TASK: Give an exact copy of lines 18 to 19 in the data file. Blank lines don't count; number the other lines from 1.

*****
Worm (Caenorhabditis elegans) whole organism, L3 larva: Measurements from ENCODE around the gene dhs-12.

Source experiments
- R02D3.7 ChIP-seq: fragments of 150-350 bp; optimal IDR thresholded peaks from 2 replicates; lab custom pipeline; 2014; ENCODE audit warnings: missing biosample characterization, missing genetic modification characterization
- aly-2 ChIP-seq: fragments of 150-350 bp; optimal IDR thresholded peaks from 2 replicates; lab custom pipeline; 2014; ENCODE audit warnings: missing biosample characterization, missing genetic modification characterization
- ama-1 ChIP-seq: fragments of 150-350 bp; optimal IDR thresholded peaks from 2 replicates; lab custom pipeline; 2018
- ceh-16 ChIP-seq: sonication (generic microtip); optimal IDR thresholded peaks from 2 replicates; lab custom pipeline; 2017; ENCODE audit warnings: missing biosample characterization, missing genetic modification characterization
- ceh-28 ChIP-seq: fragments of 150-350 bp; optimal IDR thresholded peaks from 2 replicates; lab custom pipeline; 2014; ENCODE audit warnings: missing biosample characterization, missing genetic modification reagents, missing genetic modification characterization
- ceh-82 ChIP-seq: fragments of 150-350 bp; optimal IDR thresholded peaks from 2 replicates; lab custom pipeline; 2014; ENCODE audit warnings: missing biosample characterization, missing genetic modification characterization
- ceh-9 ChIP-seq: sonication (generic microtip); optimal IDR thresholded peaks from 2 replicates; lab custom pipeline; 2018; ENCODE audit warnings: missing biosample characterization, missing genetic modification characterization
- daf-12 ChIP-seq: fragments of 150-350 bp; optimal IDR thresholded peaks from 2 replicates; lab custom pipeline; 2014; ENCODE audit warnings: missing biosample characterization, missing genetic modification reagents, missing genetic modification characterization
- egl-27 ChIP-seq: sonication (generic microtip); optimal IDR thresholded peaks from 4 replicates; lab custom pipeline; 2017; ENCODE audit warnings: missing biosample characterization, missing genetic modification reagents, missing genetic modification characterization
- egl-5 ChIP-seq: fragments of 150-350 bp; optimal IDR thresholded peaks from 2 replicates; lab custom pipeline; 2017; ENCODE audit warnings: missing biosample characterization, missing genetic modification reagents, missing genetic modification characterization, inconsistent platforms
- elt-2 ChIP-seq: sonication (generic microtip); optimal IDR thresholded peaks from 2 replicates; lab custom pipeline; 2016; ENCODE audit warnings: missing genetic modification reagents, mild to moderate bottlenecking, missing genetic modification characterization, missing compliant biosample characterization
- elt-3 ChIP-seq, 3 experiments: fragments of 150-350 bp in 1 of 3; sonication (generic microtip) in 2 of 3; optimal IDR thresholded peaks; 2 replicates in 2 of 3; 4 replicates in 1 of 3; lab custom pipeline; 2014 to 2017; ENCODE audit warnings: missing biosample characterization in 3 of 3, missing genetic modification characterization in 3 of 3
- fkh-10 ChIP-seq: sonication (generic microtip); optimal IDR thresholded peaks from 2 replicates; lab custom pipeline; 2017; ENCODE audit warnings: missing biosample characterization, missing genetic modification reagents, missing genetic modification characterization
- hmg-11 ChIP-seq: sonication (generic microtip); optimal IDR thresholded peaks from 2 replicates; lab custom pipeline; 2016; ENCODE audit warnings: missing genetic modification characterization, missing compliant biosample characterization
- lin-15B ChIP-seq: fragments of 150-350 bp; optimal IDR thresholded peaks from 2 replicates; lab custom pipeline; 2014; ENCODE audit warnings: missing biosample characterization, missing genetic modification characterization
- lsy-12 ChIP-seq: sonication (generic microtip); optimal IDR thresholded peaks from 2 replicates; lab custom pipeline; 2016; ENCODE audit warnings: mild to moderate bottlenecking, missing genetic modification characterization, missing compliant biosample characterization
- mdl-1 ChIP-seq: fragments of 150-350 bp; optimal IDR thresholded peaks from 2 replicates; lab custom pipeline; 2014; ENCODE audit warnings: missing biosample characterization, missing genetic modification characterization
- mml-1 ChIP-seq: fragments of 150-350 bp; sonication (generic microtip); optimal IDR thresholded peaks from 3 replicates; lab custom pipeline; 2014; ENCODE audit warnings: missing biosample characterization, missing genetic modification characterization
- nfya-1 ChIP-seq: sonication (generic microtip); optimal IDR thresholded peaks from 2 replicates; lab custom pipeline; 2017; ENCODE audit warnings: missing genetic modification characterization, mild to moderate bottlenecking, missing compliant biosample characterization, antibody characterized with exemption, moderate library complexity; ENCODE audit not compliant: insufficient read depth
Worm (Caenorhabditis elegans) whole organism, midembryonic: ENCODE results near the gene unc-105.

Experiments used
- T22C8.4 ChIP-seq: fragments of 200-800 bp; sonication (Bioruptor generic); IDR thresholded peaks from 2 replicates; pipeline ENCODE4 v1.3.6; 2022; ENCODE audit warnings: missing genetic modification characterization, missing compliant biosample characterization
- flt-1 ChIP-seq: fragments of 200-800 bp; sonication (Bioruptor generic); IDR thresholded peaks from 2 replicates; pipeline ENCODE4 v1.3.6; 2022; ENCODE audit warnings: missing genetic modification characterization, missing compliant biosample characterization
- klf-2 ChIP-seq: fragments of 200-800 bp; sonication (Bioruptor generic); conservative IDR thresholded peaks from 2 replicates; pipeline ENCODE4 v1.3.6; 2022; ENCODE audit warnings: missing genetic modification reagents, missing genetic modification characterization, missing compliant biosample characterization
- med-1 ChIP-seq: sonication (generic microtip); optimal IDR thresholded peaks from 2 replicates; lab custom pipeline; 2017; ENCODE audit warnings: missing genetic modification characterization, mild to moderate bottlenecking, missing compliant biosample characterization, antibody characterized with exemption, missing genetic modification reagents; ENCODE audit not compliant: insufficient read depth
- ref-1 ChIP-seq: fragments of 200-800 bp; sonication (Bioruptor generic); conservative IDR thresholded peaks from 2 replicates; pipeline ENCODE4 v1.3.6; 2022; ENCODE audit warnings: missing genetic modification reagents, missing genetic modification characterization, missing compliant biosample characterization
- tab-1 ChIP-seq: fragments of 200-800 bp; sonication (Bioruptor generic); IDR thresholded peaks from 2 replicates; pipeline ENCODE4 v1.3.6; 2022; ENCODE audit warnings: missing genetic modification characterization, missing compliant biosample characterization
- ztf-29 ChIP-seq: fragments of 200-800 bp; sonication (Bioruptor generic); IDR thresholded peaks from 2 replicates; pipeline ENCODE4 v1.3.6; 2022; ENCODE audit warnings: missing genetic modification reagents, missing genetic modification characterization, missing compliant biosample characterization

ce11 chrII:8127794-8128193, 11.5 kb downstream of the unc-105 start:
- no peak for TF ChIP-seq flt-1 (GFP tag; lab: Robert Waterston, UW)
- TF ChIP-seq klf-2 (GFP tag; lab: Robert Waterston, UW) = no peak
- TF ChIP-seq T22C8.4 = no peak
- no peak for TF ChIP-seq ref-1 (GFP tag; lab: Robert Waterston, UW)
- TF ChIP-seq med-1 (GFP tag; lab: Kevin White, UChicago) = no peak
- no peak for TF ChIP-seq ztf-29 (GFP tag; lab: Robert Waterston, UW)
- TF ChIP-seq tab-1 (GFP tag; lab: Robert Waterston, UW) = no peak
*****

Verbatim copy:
- lsy-12 ChIP-seq: sonication (generic microtip); optimal IDR thresholded peaks from 2 replicates; lab custom pipeline; 2016; ENCODE audit warnings: mild to moderate bottlenecking, missing genetic modification characterization, missing compliant biosample characterization
- mdl-1 ChIP-seq: fragments of 150-350 bp; optimal IDR thresholded peaks from 2 replicates; lab custom pipeline; 2014; ENCODE audit warnings: missing biosample characterization, missing genetic modification characterization